Acne is the most common skin condition in the United States, affecting up to 50 million people every year. Fortunately for these patients, there are several treatment options available to help them manage their condition, as outlined in the American Academy of Dermatology’s new “iPledge program. While some studies have suggested a connection between oral isotretinoin and inflammatory bowel disease or depressive symptoms, the evidence is not conclusive; however, patients should be aware of these risks and carefully follow their doctor’s treatment advice. Although limited data has shown that in-office procedures like laser treatments or chemical peels may improve acne, the guidelines do not recommend such procedures for routine acne treatment. The guidelines also indicate that there is not enough evidence to recommend treating acne with alternative therapies like tea tree oil.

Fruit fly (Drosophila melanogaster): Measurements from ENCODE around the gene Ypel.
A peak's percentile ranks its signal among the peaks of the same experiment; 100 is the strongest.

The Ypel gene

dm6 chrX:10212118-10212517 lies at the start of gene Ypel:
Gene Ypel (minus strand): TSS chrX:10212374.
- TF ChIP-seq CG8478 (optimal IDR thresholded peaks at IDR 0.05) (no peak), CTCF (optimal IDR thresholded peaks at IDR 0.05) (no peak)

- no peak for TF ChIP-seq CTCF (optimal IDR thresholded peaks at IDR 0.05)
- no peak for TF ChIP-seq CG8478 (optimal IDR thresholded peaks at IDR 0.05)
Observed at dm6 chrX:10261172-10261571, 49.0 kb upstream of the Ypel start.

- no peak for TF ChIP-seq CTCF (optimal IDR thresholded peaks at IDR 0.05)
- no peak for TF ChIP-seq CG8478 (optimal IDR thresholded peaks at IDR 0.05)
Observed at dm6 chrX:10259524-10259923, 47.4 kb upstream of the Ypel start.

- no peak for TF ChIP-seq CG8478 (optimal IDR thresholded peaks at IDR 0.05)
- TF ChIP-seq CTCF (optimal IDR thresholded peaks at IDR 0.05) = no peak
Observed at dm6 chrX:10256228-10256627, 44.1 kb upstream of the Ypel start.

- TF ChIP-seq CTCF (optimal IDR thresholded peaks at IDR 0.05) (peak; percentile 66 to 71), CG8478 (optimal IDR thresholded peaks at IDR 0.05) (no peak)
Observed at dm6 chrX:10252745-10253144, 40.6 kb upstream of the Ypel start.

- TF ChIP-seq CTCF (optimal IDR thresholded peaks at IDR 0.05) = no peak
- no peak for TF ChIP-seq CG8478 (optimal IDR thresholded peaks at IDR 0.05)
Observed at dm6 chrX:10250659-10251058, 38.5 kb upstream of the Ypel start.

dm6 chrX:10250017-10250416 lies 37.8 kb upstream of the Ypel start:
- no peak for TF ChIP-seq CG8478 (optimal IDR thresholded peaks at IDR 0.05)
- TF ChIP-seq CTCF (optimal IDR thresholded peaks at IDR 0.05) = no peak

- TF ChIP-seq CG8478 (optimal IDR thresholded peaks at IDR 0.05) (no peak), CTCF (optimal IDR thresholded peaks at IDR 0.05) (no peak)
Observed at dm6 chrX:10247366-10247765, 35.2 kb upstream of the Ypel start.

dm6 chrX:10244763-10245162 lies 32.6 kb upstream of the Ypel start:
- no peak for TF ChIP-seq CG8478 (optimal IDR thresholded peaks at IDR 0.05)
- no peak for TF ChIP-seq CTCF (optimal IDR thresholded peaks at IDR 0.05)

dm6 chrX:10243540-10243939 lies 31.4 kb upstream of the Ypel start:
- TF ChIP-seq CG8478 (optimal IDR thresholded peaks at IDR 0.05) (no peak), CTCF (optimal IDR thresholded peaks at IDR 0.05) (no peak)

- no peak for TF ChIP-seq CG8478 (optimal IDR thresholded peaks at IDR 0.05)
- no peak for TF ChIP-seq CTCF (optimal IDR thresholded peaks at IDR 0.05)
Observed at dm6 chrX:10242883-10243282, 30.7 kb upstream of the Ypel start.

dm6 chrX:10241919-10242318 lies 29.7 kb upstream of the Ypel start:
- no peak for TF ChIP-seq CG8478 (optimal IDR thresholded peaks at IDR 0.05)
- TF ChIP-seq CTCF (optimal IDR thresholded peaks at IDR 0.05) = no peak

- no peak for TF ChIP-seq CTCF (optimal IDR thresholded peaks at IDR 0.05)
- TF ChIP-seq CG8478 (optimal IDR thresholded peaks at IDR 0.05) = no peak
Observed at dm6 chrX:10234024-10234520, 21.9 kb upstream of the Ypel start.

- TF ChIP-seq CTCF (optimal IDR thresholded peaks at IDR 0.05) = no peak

Some research suggests that dairy products, particularly skim milk, and diets with a high glycemic index, such as those high in sugar and carbohydrates, may be linked to acne. According to the guidelines, however, there is not enough data to recommend dietary changes for acne patients.
“Acne is a highly visible condition that can have a major impact on patients’ quality of life,” says board-certified dermatologist Mark Lebwohl, MD, FAAD, president of the AAD. “Teens and adults who are struggling with acne should visit a board-certified dermatologist, who can help them find a safe and effective treatment option that works for them.”